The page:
Ongoing scrutiny of a population (general population, study population, target population, etc.), generally using methods distinguished by their practicability, uniformity, and frequently their rapidity, rather than by complete accuracy.
Studies in which the presence or absence of disease or other health-related variables are determined in each member of the study population or in a representative sample at one particular time. This contrasts with LONGITUDINAL STUDIES which are followed over a period of time.
Systematic gathering of data for a particular purpose from various sources, including questionnaires, interviews, observation, existing records, and electronic devices. The process is usually preliminary to statistical analysis of the data.
Binary classification measures to assess test results. Sensitivity or recall rate is the proportion of true positives. Specificity is the probability of correctly determining the absence of a condition. (From Last, Dictionary of Epidemiology, 2d ed)
Studies in which individuals or populations are followed to assess the outcome of exposures, procedures, or effects of a characteristic, e.g., occurrence of disease.
The qualitative or quantitative estimation of the likelihood of adverse effects that may result from exposure to specified health hazards or from the absence of beneficial influences. (Last, Dictionary of Epidemiology, 1988)
A systematic collection of factual data pertaining to health and disease in a human population within a given geographic area.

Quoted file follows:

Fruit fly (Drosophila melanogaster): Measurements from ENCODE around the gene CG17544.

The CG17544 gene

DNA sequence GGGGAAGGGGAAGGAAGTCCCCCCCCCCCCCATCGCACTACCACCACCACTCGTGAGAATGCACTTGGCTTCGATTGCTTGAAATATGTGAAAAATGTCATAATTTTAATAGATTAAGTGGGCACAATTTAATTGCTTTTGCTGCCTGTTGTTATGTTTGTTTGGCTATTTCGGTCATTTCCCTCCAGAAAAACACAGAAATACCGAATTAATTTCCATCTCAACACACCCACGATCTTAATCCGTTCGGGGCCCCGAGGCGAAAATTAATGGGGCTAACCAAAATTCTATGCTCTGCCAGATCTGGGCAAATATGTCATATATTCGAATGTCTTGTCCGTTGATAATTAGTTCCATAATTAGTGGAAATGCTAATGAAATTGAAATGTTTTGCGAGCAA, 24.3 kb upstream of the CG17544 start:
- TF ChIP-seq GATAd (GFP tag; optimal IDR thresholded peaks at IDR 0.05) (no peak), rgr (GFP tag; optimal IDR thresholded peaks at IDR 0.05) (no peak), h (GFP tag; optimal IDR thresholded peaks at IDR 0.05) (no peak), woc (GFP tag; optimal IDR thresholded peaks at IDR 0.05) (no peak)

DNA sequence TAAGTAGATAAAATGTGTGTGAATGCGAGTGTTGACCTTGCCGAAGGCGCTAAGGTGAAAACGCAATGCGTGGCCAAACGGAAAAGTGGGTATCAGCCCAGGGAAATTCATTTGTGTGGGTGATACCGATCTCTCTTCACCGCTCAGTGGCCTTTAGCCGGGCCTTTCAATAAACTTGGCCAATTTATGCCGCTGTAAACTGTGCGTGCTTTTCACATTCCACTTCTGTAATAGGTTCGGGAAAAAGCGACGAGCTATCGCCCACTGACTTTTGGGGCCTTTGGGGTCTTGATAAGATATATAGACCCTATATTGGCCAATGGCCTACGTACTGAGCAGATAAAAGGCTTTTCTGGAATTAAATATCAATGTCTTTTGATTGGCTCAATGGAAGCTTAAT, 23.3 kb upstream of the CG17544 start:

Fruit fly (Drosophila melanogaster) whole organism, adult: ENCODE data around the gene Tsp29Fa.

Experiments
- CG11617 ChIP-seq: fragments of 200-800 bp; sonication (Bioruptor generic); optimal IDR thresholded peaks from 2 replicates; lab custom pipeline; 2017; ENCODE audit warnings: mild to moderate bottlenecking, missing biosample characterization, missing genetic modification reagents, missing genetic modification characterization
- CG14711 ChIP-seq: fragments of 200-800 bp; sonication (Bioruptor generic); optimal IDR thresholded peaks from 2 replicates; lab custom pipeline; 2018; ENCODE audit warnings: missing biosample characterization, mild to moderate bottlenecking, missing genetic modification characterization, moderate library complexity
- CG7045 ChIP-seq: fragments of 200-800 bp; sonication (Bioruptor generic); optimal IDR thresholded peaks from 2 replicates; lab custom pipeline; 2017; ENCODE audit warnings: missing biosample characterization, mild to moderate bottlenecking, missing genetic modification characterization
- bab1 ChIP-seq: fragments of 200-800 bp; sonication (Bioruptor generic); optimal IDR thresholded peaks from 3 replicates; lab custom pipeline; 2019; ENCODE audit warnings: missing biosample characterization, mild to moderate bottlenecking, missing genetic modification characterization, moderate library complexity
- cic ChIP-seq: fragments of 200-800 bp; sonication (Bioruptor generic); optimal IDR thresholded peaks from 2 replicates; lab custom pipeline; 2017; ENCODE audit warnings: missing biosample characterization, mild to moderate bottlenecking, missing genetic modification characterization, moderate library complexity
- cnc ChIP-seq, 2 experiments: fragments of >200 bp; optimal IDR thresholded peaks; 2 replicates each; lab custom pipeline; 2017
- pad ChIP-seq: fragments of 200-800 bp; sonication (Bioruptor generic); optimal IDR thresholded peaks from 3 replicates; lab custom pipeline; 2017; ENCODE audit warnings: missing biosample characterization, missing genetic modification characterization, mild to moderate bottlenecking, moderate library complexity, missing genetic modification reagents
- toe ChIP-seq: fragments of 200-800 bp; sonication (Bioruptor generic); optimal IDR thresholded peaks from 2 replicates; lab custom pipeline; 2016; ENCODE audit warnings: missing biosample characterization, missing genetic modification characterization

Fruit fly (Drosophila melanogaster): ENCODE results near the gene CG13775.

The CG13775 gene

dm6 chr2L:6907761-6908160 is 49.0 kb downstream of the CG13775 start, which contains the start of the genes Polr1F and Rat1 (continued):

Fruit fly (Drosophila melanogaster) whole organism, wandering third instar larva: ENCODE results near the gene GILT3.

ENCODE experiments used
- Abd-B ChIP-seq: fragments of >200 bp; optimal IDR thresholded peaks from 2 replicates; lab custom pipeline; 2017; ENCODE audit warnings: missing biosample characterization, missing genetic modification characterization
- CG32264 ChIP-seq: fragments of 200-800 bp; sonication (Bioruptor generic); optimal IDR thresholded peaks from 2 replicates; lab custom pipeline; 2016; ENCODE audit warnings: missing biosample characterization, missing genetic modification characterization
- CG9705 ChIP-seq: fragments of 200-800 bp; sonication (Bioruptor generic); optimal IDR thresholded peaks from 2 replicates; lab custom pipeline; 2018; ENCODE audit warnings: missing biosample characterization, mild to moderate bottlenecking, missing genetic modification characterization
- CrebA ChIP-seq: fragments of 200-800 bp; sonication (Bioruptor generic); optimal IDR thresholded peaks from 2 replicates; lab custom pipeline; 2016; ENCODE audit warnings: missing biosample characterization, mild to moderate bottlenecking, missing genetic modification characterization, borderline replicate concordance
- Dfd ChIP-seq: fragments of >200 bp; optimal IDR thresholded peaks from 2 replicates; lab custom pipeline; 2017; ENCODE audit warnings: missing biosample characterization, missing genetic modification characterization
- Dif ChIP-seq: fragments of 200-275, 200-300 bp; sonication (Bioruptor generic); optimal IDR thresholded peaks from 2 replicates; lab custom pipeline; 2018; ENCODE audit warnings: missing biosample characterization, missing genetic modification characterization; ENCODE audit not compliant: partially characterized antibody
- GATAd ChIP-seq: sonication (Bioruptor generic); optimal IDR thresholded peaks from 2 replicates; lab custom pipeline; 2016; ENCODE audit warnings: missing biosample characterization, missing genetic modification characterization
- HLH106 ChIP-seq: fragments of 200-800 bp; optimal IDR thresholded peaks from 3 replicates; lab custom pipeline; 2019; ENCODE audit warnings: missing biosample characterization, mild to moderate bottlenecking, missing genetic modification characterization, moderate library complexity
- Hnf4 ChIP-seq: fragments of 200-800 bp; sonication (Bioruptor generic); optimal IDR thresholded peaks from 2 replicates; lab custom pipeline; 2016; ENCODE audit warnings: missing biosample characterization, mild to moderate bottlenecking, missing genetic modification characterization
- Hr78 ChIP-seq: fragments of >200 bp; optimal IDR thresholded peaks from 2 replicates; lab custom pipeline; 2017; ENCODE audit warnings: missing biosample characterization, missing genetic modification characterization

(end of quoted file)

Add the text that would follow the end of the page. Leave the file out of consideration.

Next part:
Procedures for finding the mathematical function which best describes the relationship between a dependent variable and one or more independent variables. In linear regression (see LINEAR MODELS) the relationship is constrained to be a straight line and LEAST-SQUARES ANALYSIS is used to determine the best fit. In logistic regression (see LOGISTIC MODELS) the dependent variable is qualitative rather than continuously variable and LIKELIHOOD FUNCTIONS are used to find the best relationship. In multiple regression, the dependent variable is considered to depend on more than a single independent variable.
Studies in which variables relating to an individual or group of individuals are assessed over a period of time.
The ratio of two odds. The exposure-odds ratio for case control data is the ratio of the odds in favor of exposure among cases to the odds in favor of exposure among noncases. The disease-odds ratio for a cohort or cross section is the ratio of the odds in favor of disease among the exposed to the odds in favor of disease among the unexposed. The prevalence-odds ratio refers to an odds ratio derived cross-sectionally from studies of prevalent cases.
A set of techniques used when variation in several variables has to be studied simultaneously. In statistics, multivariate analysis is interpreted as any analytic method that allows simultaneous study of two or more dependent variables.
Levels within a diagnostic group which are established by various measurement criteria applied to the seriousness of a patient's disorder.
The statistical reproducibility of measurements (often in a clinical context), including the testing of instrumentation or techniques to obtain reproducible results. The concept includes reproducibility of physiological measurements, which may be used to develop rules to assess probability or prognosis, or response to a stimulus; reproducibility of occurrence of a condition; and reproducibility of experimental results.